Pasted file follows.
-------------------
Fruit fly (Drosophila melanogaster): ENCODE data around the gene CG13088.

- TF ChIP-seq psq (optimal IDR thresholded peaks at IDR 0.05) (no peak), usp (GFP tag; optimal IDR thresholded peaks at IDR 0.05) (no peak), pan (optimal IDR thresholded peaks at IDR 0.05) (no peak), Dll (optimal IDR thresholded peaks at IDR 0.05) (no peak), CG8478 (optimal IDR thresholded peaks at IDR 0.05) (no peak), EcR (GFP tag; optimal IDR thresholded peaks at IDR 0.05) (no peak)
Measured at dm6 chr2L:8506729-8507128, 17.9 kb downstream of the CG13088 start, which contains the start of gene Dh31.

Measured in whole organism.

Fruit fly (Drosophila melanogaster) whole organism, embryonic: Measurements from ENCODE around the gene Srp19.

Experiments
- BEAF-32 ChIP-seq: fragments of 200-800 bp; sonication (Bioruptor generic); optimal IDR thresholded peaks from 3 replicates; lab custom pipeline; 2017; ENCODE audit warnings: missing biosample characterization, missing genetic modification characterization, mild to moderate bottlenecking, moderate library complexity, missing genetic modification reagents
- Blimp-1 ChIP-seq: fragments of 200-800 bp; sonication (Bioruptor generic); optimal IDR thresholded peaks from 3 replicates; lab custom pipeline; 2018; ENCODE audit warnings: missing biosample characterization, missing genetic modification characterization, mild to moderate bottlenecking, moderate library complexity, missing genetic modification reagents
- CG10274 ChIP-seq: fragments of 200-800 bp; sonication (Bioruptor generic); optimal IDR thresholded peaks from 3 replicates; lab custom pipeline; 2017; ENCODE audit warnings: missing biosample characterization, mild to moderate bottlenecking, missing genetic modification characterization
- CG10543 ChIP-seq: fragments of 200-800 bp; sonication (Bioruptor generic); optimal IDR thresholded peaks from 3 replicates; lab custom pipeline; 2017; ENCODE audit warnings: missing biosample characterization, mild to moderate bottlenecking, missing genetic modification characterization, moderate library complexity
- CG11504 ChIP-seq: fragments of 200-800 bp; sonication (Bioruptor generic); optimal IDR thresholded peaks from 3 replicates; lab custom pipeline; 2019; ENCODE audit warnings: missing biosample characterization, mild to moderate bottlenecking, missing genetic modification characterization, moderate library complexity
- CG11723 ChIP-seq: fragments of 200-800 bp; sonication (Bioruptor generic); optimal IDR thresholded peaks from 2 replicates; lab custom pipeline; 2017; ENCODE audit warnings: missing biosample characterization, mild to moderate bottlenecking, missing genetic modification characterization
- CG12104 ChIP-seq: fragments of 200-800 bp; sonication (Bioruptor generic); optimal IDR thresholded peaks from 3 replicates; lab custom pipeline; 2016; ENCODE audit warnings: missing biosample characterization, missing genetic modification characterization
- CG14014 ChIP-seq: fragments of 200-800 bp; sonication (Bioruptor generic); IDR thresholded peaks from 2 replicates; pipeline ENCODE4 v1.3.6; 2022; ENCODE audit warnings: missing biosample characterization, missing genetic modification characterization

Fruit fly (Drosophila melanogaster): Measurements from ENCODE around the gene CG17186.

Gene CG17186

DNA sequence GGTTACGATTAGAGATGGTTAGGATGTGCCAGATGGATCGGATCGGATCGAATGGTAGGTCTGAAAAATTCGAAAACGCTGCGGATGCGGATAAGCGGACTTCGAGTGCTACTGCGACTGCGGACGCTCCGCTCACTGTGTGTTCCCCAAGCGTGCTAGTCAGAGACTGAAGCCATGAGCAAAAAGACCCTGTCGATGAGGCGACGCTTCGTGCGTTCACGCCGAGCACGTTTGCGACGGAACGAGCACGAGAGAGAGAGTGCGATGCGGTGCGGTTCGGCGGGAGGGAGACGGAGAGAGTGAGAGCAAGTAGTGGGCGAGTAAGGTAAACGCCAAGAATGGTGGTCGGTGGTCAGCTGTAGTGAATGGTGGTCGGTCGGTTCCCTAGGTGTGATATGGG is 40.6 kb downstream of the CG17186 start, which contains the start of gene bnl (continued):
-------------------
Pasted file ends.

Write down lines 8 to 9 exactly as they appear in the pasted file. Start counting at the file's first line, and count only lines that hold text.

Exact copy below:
- Blimp-1 ChIP-seq: fragments of 200-800 bp; sonication (Bioruptor generic); optimal IDR thresholded peaks from 3 replicates; lab custom pipeline; 2018; ENCODE audit warnings: missing biosample characterization, missing genetic modification characterization, mild to moderate bottlenecking, moderate library complexity, missing genetic modification reagents
- CG10274 ChIP-seq: fragments of 200-800 bp; sonication (Bioruptor generic); optimal IDR thresholded peaks from 3 replicates; lab custom pipeline; 2017; ENCODE audit warnings: missing biosample characterization, mild to moderate bottlenecking, missing genetic modification characterization